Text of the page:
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There are sections on starter cultures, probiotics, cheese science and technology, bioactive peptides, ice cream, wine making, modelling in food technology, thermal processing and modified atmosphere packaging and labelling. Some general health information including reference to allergy and food intolerance is also presented.

Compositional standards for ice cream and dairy ice cream

Ice cream manufacturers are required to meet legislation for the composition of their products. Typically compositional legislation defines minimum concentrations of milk fat, milk protein and total solids, but other criteria depending on jurisdiction may also be included. Labeling legislation also distinguishes between ice cream and dairy ice cream.

Global standards

Goff and Hartel (2013) have  reviewed the minimum standards for the composition of ice cream in the major ice cream producing and consuming countries (Table 1).  They stated that while standards were "tightly" specified in some countries e.g. US, they noted a developing trend that "formerly strict compositional standards are being liberalized to allow more flexibility, as in Europe for example". 

Table 1. Minimum standards* for ice cream among the major ice cream producing and consuming countries outside of the European Union

Country

Milk fat (%)

Milk protein (%)

Total milk solids (%)

Total solids (%)

Food solids per litre (g)

Weight per litre (g)

Australia

10

_a

-

-

168

-

Brazil

3b

2.5

-

-

152

475

Canada

10

-

-

36

180

-

United States

10

 

20

 

192

540

New Zealand

10

-

-

-

168

-

 

 

 

 

 

 

 

 

 



 


*Source: Modified from Goff and Hartel (2013)
Not specified

b  Minimum total fat is 8%, the balance can be comprised of non-dairy fat

The Food Labelling Regulations (1996) revoked in the UK in favour of EU legislation (Food Information Regulation, (EU) No 1169/2011)

Since the review by Goff and Hartel (2013), UK regulations for ice cream, which had required that a product labelled as “ice-cream” had to contain a minimum of 5% fat (dairy fat only) and 2.5% milk protein The Food Labelling Regulations (1996) have been revoked by the introduction of EU legislation (Food Information Regulation, (EU) No 1169/2011) to align with EU regulations.

Current  EU-regulations for ice cream, milk ice and dairy ice cream are shown in Table 2.

Table 2.  European industry standards for ice cream, milk ice and dairy ice cream as defined by Regulation (EU) No 1169/2011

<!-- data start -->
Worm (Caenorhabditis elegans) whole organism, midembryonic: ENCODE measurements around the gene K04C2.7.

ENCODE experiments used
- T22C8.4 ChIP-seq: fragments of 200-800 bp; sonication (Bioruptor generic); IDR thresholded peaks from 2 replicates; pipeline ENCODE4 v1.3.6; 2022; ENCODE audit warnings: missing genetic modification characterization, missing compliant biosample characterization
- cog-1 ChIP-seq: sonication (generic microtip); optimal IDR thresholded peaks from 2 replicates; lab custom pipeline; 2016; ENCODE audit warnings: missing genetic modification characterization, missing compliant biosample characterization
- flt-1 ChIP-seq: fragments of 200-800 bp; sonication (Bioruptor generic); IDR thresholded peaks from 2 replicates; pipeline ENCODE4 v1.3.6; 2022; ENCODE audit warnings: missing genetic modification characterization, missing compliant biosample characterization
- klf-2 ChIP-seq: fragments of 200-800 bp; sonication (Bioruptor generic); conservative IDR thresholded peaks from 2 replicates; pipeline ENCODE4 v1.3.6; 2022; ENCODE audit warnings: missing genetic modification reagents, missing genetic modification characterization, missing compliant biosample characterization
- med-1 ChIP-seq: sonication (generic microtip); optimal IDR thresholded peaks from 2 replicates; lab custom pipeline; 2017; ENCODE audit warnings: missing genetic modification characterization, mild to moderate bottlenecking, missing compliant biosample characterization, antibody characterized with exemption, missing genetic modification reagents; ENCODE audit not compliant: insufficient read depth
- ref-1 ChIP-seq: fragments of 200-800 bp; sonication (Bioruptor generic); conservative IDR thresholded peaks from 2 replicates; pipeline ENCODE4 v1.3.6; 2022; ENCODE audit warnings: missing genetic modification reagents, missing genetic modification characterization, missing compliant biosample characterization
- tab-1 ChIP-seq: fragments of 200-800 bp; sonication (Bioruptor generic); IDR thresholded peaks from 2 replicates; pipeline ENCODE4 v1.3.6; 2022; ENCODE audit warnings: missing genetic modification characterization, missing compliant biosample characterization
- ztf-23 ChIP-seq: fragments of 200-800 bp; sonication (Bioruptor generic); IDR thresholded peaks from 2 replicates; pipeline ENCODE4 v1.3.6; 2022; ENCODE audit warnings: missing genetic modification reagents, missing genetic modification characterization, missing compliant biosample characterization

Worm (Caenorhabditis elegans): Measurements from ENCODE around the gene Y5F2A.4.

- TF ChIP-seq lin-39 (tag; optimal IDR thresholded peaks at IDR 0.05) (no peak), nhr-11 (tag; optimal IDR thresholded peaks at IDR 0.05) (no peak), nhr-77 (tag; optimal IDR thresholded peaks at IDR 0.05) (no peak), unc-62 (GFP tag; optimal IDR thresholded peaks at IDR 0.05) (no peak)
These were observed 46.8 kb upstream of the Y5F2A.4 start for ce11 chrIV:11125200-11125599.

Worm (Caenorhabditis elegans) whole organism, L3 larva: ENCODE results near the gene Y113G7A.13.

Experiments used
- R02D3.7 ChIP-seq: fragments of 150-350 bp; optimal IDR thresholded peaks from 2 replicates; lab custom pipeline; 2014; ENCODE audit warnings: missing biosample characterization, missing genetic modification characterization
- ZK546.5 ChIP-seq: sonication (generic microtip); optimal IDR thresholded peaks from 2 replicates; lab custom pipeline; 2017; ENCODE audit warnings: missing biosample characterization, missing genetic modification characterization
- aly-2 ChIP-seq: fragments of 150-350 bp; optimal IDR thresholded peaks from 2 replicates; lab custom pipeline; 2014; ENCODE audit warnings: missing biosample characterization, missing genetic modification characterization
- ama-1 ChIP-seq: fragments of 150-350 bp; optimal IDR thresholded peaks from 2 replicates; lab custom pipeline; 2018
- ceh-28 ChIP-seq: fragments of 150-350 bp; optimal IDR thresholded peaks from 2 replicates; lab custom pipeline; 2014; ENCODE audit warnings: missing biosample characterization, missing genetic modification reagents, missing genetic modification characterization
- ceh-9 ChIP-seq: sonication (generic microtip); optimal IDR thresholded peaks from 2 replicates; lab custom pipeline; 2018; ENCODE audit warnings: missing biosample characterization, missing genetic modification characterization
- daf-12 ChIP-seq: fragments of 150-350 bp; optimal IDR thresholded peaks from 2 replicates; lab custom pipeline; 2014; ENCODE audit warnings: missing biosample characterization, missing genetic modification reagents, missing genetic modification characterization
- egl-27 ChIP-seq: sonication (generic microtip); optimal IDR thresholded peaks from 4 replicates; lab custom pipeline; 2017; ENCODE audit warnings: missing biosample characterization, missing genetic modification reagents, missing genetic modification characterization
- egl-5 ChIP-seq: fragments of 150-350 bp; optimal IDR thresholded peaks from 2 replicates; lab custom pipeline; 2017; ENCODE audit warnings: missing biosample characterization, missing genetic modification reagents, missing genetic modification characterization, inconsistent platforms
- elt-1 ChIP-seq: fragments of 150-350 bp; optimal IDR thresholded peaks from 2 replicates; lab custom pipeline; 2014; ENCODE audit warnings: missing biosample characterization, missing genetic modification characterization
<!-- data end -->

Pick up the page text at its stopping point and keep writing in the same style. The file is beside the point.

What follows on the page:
MSNF

Proteins

Edible fats

 

 

Dairy

Non-Dairy

Dairy

Non-Dairy

Ice Cream

 Not specified

Optional

Optional

Dairy and/or non-dairy edible fats mandatory

Milk Ice

6.0% minimum

Mandatory

Excluded

2.5% min.

Excluded

Dairy Ice Cream

 Not specified

Mandatory

Excluded

5.0% min.

Excluded

 

 

 

 

 

 

 

 

 

 


Source: Adapted from Anon. (2013)

Clearly Regulation (EU) No 1169/2011 has significant implications for ice cream manufacturers and enables the labelling of a product containing no dairy ingredients for the first time as ice cream in the UK. While this may be helpful in producing products for, say, vegans it does have potential for the production of lower quality products.

The Ice Cream Alliance, which represents the industry in the UK, has set out the their recommendations (Pearman, 2015) on a minimum quality standard for ice cream in the UK. They require their members to produce a product containing a minimum of 5% fat and not less than 2.5% milk protein.  This is similar to the previous UK standard except that the origin of the fat is not specified. They have not suggested minimum standards for dairy ice cream.

Oliver Nieburg with Food Navigator has written an interesting article on the concerns of artisan ice cream makers on EU Commission rules to permit up to 5% vegetable fats other than cocoa in "ice cream" and has mentioned French politician Franck Proust's request to the European commission to justify the rule with a written response. Proust's concern is that this rule could threaten the livelihood of artisan ice cream and gelato makers across the EU; larger manufacturers will be able to reduce costs and potentially undermine the smaller, potentially higher quality producers of ice cream and gelato. 

 

Literature / regulations cited.

Anon. (2013). Adapted from "Code For Edible Ices, Version 2013" produced by Euroglaces and available from
http://euroglaces.eu/en/upload/docs/Edible_ices_codes/Code%20for%20Edible%20Ices%20Version%202013.pdf .

Goff, H. D. and Hartel, R. W. (2013). Ice Cream. 7th Edn.  Springer: New York.

Pearman, P. (2015). The Ice Cream Compositional Requirements laid down by the Ice Cream Alliance. Available from: <http://www.ice-cream.org>.

 
How to cite this article

Mullan, W.M.A. (2016). [On-line]. Available from: https://www.dairyscience.info/index.php/202-uncategorised-sp-269/296-standards.html . Accessed: 3 December, 2016.  

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